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Portsmouth Historic Dockyard
In a Nutshell
Portsmouth Historic Dockyard is the world’s greatest naval visitor attraction currently attracting over 700,000 visitors. It is in the exciting process of delivering a strategic five-year plan to increase visitor numbers and embody its vision to “bring our Navy story alive”. To help realize its ambitions it commissioned A Different View and Toronto based design firm Forrec to develop a 10 year attraction master plan in line with its strategic goals.
A bit about Portsmouth Historic Dockyard
Portsmouth Historic Dockyard is the world’s greatest naval visitor attraction. Nowhere else can a visitor see and experience a major Tudor warship, an 18th century battleship and a mid 19th century ironclad, supported by a wealth of galleries and displays which tell the story of war at sea across half a millennium, and all of this set within a well-preserved 18th century Dockyard and against a backdrop of a modern, functioning, naval base.
As a result, visitors have come to the Dockyard in very large numbers since HMS Victory first opened to the public in 1922; an estimated 30,000,000 to Victory alone in the intervening decades. The site as a whole currently attracts 725,000 visitors a year.
How we got involved
This project was a collaboration with Toronto based design firm Forrec. Forming a new team, we arrived at Portsmouth Historic Dockyard with our master-planning hats on. The aim was to develop a 10 year attraction master plan, in conjunction with the Dockyard’s five year strategic plan to raise visitor numbers to over 1 million, so our approach had to be both conceptual and highly practical, taking into account a complex environment with many stakeholders and challenges to financial sustainability; we needed to balance “mission and margin”.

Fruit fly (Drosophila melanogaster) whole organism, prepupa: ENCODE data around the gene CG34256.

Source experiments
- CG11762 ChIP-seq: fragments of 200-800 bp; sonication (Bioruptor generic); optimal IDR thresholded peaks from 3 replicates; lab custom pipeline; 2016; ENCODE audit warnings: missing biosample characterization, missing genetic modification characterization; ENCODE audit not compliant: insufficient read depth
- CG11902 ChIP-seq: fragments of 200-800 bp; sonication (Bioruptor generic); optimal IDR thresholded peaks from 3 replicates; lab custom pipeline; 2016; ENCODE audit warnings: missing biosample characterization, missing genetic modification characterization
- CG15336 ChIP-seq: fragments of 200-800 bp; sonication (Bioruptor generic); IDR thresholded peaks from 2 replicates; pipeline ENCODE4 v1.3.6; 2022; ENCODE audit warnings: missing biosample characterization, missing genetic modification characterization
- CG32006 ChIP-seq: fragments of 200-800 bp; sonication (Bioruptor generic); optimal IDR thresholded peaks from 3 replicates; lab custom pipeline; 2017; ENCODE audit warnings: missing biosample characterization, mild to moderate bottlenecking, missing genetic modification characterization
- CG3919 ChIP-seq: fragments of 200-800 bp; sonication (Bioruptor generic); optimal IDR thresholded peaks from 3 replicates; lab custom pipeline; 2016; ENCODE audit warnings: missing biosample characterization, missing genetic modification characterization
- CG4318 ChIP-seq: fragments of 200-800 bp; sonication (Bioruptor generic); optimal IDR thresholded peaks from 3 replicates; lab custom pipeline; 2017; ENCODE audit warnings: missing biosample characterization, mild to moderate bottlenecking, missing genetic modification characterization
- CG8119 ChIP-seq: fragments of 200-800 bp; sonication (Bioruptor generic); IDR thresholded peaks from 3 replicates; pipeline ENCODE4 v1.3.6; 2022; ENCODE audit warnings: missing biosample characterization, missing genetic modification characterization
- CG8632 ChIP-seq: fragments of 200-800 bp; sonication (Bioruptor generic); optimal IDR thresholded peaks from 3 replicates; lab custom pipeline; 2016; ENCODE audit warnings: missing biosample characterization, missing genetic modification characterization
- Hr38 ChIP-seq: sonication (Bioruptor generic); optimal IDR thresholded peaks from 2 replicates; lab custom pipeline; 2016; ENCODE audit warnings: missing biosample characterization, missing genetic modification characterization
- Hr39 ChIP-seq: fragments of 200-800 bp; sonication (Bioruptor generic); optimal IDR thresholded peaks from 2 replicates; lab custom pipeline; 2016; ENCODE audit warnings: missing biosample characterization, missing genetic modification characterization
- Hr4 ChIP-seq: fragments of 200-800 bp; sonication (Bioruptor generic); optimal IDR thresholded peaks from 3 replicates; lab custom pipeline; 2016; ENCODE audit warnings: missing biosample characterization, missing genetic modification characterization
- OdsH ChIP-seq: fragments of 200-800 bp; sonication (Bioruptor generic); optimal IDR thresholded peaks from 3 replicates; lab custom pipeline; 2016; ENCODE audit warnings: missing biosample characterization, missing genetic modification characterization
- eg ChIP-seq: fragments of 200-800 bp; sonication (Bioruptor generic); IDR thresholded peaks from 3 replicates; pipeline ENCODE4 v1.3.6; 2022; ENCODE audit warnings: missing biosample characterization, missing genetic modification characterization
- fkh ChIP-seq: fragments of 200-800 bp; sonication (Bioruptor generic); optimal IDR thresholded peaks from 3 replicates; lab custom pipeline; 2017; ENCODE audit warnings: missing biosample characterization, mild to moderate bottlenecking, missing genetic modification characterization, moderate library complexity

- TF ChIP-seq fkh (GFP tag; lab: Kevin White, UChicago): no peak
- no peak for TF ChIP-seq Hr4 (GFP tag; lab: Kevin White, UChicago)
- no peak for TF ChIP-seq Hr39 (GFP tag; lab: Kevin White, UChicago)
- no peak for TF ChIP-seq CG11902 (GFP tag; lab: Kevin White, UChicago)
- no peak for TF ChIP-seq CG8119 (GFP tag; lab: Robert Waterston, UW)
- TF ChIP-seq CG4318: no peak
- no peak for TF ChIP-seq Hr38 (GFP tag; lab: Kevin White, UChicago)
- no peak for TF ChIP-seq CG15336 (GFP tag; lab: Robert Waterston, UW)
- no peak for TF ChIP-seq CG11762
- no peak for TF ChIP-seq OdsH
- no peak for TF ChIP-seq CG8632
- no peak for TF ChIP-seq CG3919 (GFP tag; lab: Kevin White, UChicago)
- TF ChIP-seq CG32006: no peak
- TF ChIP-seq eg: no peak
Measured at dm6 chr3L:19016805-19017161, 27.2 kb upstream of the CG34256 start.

We formed the master plan through four phases. In the first phase, we immersed ourselves in PHD’s current offer. We undertook Visitor Experience Mapping and a site facility assessment to evaluate how well the offer appeals to intended market segments. We then guided the team in a visioning session, gathering and developing the ideas, inspiration and opportunities learned from our audit.
In phase two, we led content sessions with curatorial staff and others to thrash out how the unique narrative of the Dockyard should be delivered. The third and fourth phases were to put all this into a clear master plan and Business Performance Analysis, giving the Dockyard team actionable recommendations and strategy.
• A ten year attraction development master plan
• A collaborative plan that ensured volunteers, staff and trustees were involved.
• A site wide interpretative framework for individual trusts to follow
• A full business performance analysis with a detailed look at existing and future operations
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